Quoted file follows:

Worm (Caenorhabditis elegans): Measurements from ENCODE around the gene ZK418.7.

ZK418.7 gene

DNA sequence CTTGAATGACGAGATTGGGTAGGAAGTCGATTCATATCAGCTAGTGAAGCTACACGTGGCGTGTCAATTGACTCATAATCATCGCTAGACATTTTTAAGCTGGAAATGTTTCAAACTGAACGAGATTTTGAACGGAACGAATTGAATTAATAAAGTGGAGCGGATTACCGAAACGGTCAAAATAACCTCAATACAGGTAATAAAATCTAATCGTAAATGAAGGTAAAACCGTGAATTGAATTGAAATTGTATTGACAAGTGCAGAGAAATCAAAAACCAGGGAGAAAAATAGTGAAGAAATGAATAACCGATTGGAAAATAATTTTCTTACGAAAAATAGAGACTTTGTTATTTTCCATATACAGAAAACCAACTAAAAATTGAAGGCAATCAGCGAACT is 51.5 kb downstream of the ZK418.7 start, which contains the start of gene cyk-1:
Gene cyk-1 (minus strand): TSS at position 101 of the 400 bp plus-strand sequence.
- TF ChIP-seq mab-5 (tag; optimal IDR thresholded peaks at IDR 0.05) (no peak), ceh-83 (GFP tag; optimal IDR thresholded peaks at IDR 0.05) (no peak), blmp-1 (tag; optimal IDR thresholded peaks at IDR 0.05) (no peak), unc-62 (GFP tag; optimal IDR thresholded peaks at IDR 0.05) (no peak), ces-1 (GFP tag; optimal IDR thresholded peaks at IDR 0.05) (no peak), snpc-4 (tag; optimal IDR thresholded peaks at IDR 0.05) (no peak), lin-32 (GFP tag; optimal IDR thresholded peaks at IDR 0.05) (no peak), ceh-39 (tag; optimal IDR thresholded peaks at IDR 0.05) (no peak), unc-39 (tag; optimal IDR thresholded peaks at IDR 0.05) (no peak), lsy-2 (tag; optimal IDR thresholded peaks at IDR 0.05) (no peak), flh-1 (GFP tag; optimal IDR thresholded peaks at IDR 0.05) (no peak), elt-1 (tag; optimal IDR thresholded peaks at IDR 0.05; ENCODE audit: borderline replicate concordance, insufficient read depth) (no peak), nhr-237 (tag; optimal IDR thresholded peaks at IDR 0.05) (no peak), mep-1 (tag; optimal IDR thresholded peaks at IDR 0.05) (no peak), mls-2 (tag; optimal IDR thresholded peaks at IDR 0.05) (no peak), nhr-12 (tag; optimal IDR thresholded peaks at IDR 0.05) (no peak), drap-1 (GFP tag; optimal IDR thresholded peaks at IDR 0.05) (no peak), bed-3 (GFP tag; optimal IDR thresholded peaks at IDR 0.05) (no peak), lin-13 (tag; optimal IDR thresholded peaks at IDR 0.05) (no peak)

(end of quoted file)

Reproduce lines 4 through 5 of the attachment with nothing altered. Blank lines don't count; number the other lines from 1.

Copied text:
Gene cyk-1 (minus strand): TSS at position 101 of the 400 bp plus-strand sequence.
- TF ChIP-seq mab-5 (tag; optimal IDR thresholded peaks at IDR 0.05) (no peak), ceh-83 (GFP tag; optimal IDR thresholded peaks at IDR 0.05) (no peak), blmp-1 (tag; optimal IDR thresholded peaks at IDR 0.05) (no peak), unc-62 (GFP tag; optimal IDR thresholded peaks at IDR 0.05) (no peak), ces-1 (GFP tag; optimal IDR thresholded peaks at IDR 0.05) (no peak), snpc-4 (tag; optimal IDR thresholded peaks at IDR 0.05) (no peak), lin-32 (GFP tag; optimal IDR thresholded peaks at IDR 0.05) (no peak), ceh-39 (tag; optimal IDR thresholded peaks at IDR 0.05) (no peak), unc-39 (tag; optimal IDR thresholded peaks at IDR 0.05) (no peak), lsy-2 (tag; optimal IDR thresholded peaks at IDR 0.05) (no peak), flh-1 (GFP tag; optimal IDR thresholded peaks at IDR 0.05) (no peak), elt-1 (tag; optimal IDR thresholded peaks at IDR 0.05; ENCODE audit: borderline replicate concordance, insufficient read depth) (no peak), nhr-237 (tag; optimal IDR thresholded peaks at IDR 0.05) (no peak), mep-1 (tag; optimal IDR thresholded peaks at IDR 0.05) (no peak), mls-2 (tag; optimal IDR thresholded peaks at IDR 0.05) (no peak), nhr-12 (tag; optimal IDR thresholded peaks at IDR 0.05) (no peak), drap-1 (GFP tag; optimal IDR thresholded peaks at IDR 0.05) (no peak), bed-3 (GFP tag; optimal IDR thresholded peaks at IDR 0.05) (no peak), lin-13 (tag; optimal IDR thresholded peaks at IDR 0.05) (no peak)